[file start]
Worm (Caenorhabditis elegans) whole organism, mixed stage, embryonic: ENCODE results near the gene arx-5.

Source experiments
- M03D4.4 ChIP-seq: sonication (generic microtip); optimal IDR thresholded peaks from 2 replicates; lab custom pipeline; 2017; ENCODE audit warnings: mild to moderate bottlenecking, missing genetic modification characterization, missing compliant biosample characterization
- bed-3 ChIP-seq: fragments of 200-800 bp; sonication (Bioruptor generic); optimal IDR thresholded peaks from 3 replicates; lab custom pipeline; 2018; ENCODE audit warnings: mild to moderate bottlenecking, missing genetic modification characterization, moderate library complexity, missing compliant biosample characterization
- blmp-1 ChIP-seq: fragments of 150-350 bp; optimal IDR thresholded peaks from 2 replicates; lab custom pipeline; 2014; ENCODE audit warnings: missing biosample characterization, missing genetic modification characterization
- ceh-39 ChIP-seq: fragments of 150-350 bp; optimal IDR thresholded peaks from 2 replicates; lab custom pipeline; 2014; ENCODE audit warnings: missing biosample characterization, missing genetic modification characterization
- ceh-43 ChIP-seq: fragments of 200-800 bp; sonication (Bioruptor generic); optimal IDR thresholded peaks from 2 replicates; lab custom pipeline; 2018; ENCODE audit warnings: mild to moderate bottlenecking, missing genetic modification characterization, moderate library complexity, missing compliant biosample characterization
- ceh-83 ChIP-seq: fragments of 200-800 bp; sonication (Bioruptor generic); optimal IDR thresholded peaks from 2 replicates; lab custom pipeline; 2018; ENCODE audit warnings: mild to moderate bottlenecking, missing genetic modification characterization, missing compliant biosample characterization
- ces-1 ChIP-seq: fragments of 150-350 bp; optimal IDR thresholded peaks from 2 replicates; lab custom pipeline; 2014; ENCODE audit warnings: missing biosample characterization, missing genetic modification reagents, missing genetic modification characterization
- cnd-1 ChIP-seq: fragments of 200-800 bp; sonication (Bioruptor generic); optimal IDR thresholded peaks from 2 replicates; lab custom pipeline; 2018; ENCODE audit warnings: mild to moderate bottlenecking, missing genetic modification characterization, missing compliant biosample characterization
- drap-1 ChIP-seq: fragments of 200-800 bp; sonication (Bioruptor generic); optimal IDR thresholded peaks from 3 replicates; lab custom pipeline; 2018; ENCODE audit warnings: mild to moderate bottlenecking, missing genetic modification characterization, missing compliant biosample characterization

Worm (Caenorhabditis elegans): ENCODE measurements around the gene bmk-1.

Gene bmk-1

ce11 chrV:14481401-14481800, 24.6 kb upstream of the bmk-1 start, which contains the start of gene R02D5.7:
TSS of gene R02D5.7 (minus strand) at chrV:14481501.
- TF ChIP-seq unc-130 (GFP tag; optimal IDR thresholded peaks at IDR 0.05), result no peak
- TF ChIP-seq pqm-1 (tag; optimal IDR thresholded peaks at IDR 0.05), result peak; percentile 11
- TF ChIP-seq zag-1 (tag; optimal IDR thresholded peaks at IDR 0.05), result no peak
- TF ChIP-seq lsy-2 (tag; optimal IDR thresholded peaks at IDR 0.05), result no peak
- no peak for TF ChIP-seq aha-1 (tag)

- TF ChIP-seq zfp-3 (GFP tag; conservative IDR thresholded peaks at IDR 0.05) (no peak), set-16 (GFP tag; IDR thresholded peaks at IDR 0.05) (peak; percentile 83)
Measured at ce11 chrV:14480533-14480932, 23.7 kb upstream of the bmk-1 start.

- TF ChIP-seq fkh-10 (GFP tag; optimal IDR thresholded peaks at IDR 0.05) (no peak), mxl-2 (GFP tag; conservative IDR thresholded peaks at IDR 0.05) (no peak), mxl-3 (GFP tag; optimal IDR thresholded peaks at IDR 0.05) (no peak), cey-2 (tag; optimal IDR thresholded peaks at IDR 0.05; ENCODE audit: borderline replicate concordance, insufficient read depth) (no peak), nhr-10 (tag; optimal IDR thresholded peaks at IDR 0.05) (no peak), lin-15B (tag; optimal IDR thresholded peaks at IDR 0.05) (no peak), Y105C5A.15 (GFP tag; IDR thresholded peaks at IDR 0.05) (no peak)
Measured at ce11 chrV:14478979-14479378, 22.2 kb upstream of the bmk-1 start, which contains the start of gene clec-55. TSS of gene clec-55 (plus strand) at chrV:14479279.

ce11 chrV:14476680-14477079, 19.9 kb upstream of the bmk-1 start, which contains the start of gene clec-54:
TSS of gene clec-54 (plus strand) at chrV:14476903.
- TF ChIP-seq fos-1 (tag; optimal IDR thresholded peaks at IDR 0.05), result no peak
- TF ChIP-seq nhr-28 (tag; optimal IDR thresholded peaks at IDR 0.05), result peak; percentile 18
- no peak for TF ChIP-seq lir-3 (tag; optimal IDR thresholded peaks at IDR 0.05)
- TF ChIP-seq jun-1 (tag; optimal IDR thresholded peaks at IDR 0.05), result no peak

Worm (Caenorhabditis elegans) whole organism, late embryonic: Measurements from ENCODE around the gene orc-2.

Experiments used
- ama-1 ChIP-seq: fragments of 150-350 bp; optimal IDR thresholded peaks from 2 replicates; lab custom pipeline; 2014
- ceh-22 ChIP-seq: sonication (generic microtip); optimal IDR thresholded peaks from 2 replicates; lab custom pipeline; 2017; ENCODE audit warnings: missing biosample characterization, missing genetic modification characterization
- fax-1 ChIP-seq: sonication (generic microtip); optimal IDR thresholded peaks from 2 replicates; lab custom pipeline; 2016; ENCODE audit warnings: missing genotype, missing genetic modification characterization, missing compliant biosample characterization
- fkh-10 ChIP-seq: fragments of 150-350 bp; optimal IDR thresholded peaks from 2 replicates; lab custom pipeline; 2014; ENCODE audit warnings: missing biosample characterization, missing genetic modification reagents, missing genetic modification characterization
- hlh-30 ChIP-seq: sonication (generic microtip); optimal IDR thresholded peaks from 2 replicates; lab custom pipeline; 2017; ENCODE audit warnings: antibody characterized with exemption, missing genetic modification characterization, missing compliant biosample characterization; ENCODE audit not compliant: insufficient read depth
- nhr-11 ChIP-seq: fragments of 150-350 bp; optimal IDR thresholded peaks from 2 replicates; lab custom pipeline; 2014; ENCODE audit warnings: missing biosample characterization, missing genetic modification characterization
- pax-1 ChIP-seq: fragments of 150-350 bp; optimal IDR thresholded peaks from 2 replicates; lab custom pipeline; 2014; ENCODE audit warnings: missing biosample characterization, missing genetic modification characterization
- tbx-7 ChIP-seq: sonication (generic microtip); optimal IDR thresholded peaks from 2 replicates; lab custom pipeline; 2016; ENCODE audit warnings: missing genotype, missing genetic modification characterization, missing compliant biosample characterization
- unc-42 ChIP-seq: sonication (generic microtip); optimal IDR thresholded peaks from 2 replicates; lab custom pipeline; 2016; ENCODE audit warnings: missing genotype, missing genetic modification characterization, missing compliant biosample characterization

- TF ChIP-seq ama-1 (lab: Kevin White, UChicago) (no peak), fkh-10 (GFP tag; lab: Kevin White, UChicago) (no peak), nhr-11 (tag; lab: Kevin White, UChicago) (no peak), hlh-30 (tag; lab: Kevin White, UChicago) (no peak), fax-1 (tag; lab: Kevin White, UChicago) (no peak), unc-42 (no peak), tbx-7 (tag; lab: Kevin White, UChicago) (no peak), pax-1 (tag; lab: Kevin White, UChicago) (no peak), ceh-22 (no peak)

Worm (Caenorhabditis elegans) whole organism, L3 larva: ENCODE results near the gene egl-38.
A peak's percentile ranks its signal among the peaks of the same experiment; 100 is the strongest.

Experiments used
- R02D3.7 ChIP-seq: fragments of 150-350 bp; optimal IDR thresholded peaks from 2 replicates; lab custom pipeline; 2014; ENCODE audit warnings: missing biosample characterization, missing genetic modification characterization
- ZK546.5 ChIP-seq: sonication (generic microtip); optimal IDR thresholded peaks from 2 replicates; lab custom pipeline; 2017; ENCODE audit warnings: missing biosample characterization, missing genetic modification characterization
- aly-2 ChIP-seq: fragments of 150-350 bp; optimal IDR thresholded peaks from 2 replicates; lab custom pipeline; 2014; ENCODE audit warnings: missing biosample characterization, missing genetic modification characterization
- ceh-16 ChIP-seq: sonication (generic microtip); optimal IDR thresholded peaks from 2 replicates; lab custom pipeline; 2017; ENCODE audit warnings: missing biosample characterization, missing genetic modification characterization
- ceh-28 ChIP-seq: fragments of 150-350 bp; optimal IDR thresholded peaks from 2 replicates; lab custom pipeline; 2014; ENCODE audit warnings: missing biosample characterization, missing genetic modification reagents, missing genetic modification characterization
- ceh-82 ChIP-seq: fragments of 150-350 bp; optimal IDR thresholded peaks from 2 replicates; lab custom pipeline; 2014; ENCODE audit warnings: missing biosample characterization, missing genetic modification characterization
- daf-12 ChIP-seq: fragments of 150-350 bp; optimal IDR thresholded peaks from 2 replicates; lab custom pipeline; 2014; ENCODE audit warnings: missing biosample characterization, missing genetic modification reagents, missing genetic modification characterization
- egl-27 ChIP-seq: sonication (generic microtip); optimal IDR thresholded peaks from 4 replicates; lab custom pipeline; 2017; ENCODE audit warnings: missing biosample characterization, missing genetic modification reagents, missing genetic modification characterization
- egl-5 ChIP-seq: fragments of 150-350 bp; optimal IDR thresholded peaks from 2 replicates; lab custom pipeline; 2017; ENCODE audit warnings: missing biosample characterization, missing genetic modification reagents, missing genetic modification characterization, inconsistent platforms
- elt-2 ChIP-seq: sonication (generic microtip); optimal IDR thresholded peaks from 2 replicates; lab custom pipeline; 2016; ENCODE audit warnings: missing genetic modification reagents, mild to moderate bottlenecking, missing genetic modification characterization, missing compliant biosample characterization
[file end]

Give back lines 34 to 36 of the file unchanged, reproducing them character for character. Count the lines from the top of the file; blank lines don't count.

- ceh-22 ChIP-seq: sonication (generic microtip); optimal IDR thresholded peaks from 2 replicates; lab custom pipeline; 2017; ENCODE audit warnings: missing biosample characterization, missing genetic modification characterization
- fax-1 ChIP-seq: sonication (generic microtip); optimal IDR thresholded peaks from 2 replicates; lab custom pipeline; 2016; ENCODE audit warnings: missing genotype, missing genetic modification characterization, missing compliant biosample characterization
- fkh-10 ChIP-seq: fragments of 150-350 bp; optimal IDR thresholded peaks from 2 replicates; lab custom pipeline; 2014; ENCODE audit warnings: missing biosample characterization, missing genetic modification reagents, missing genetic modification characterization